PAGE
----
Sunny Days in Heaven
Spiritual/Political/Philosophical Blog on the Nature of Truth and Falsehood and Heaven

Thursday, August 19, 2004  

Humble Cow

A strange conviction came over me while observing a cow in Wyoming. We were taking a road that crosses over the Wind River Range (always loved that name - Wind River. How evocative.). It is a dirt circuit that takes you up into lush, high meadows of national forest between Pinedale and Dubois.

Signs warn that it is Bear Country, but we only saw cows and steers. We had observed elk, bison, antelope in Yellowstone and elsewhere, but here we saw bovines - black angus and herefords.

It is a marvelous thing to see the three, wild cud chewers mentioned above. They are beautiful whereas the lowly, domesticated cow seems too familiar for wonder or amazement.

Yet, a number of grazing cows blocked the road we traveled on from time to time, and as we slowly passed and they shied away, I could reach out and touch them. In the northern sunlight which often gives a kind of glow to objects amidst a darker atmosphere, one hereford startled me in his beauty. The curly haired white face and bright, clean, roan body struck me as beautiful - rich, lovely, and glossy. The body was powerful, compact, well muscled. He looked like the Platonic ideal of Steer, a living model.

I suddenly realized that this animal belonged on the land as much as any non-domesticated creature. That no elk, bison, or antelope was more important, beautiful, noble, or necessary than this humble cow.
And what is more, I realized in a deep sense, that all these creatures did not exist for their own sake, but for that of ours. They were food. They have no intrinsic value all of their own except that they are created by God for our pleasure.

Ask yourself, what is the purpose of an elk or buffalo? To live, reproduce, to eat and be food. And that is all. No human can say that about himself except in irony, since to deny purpose is to make the question inescapable and foremost. To say you have no purpose in living, is to acknowledge the concept itself and its human inherency. It’s like saying, I deny that I can think.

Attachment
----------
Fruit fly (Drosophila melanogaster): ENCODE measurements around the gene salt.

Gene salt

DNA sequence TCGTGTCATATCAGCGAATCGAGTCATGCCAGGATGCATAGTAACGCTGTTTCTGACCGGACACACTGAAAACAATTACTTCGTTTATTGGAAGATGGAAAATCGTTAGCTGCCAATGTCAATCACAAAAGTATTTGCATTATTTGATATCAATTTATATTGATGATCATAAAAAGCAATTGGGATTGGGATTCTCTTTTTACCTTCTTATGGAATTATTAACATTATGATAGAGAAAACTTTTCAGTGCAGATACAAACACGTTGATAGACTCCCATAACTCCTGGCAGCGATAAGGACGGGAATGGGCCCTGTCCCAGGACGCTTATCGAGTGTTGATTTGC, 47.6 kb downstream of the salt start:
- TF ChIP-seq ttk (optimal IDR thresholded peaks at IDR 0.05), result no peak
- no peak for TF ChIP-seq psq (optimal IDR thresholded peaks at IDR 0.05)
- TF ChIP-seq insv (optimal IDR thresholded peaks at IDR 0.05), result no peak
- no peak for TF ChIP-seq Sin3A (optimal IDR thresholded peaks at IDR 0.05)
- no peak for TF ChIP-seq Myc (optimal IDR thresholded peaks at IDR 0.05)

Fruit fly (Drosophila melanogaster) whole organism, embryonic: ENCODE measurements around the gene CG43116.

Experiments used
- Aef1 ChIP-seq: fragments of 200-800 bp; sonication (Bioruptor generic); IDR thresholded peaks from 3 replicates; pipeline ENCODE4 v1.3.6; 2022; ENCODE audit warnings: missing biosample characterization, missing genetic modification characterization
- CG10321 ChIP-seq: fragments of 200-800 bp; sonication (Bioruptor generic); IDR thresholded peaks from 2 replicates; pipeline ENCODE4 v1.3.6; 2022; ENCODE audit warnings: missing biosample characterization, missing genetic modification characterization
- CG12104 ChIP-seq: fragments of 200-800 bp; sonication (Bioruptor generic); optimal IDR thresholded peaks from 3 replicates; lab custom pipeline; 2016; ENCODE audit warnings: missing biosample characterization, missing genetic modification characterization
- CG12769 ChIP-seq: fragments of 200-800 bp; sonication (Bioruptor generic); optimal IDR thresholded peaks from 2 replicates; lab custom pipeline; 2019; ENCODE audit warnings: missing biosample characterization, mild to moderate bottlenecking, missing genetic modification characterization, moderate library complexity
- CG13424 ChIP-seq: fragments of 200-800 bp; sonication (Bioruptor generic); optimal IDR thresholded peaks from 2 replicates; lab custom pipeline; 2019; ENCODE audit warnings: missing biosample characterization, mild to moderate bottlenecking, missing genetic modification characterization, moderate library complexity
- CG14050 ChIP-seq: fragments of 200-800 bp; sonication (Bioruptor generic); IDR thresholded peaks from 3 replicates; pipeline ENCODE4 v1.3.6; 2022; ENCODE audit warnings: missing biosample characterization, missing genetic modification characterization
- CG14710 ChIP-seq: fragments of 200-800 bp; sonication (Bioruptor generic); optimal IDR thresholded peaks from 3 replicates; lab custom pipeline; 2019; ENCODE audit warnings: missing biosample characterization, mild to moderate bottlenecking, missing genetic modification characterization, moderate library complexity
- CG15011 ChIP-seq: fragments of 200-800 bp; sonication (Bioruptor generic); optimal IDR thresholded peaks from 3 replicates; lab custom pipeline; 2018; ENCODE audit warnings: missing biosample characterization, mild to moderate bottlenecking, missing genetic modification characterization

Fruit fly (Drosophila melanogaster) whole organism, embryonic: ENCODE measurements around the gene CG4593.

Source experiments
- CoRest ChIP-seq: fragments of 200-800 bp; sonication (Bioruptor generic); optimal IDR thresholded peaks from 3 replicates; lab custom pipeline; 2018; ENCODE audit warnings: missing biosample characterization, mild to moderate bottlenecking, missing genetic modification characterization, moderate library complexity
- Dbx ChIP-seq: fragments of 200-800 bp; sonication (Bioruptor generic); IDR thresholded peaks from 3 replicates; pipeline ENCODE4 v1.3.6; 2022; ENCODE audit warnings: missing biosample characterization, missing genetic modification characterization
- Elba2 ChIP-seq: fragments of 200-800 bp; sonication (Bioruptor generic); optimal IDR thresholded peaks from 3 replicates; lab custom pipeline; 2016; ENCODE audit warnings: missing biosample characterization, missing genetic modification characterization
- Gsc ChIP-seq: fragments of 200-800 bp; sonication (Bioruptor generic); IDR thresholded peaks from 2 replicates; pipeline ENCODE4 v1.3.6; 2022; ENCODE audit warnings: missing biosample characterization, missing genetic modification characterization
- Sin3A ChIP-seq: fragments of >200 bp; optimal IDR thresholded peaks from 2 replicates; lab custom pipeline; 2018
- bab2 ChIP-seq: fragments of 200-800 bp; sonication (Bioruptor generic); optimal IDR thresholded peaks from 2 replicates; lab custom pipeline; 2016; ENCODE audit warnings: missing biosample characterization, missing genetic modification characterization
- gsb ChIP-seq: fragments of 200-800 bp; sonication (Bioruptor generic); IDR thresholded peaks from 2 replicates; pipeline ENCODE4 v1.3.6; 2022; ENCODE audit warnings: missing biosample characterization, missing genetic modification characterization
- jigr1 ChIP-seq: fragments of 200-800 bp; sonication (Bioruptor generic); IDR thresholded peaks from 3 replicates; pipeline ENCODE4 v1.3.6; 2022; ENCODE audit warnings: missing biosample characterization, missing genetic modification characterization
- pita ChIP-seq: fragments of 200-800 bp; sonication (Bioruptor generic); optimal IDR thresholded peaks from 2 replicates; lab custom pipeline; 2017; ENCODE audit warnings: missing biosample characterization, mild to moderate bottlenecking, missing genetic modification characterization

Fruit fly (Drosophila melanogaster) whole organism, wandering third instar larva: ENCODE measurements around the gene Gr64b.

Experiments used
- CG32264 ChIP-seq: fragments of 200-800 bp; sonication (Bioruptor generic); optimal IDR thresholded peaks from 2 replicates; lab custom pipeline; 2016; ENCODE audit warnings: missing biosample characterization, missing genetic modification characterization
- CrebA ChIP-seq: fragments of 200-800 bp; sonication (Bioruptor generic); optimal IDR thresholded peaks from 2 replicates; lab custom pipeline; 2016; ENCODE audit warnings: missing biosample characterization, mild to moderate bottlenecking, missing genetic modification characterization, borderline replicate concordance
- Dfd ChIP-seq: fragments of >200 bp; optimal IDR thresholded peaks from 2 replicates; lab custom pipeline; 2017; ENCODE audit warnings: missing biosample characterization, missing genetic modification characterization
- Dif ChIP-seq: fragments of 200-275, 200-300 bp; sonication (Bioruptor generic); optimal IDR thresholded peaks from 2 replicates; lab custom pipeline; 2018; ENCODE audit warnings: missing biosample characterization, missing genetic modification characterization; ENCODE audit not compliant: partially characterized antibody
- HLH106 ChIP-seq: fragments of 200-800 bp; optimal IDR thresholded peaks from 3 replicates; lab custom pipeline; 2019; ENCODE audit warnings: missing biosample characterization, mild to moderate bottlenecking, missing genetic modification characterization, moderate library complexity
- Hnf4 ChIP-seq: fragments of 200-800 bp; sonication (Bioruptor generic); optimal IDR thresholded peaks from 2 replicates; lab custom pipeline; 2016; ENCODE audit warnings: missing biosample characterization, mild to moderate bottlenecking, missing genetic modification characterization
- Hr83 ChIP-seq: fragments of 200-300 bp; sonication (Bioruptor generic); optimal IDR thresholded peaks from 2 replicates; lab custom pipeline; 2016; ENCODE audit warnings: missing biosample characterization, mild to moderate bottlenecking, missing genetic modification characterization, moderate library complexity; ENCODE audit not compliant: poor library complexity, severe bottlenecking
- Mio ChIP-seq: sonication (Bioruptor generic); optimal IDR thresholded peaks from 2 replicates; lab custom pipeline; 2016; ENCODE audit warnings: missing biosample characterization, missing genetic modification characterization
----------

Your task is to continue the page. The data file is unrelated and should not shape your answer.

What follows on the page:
But the people of Wyoming are suffering from a variety of tyrannies which now control their state. The are forced (and fined) to endure the rapacity of grizzly and black bears attacking their stock, and their people by enviro Feds. They can hardly exploit their mineral resources of oil, coal, and natural gas without a raft of lawsuits impeding every income producing initiative.

I read a pamphlet on fishing regulations kept available at the tables in one restaurant. It was 8 x 11 and about a dozen pages covering every stream and lake in the state, each with its own special restrictions.

The joke in Jackson Hole (where Dick Cheney has a home as do many movie actors) is that the billionaires are driving out the millionaires. But what I saw was that any place where there is money and urbanized people in the state, there is a liberal tilt which quickly paralyzes the rights of rural property owners and sportsmen.

I had hoped to find Republican Wyoming, the Cowboy State, a great, last bastion of rugged individualists. Instead, I found a people cowed by threat of fines ($11,000 for shooting a grizzly bear mauling your child on Fed land is one story we heard from a museum docent), confiscation, and bureaucracies.

Whether the people of such states can ever regain control of their own destinies, their land, and their rights remains to be seen. One woman complained that their kids are being taught in school that the wildlife is more important than they are. This is a place where school districts are small and it would be easy to elect the supervisors you preferred. The onslaught of the liberals through the land in the primary institutions goes on unchecked. Judges, teachers, rangers - all alike in attitude and grasping for power.

So that no one will ever notice that a cow is as beautiful as a buffalo (and tastier) and that the land and all that is on it is for the good and use of man.

posted by Mark Butterworth | 1:04 PM |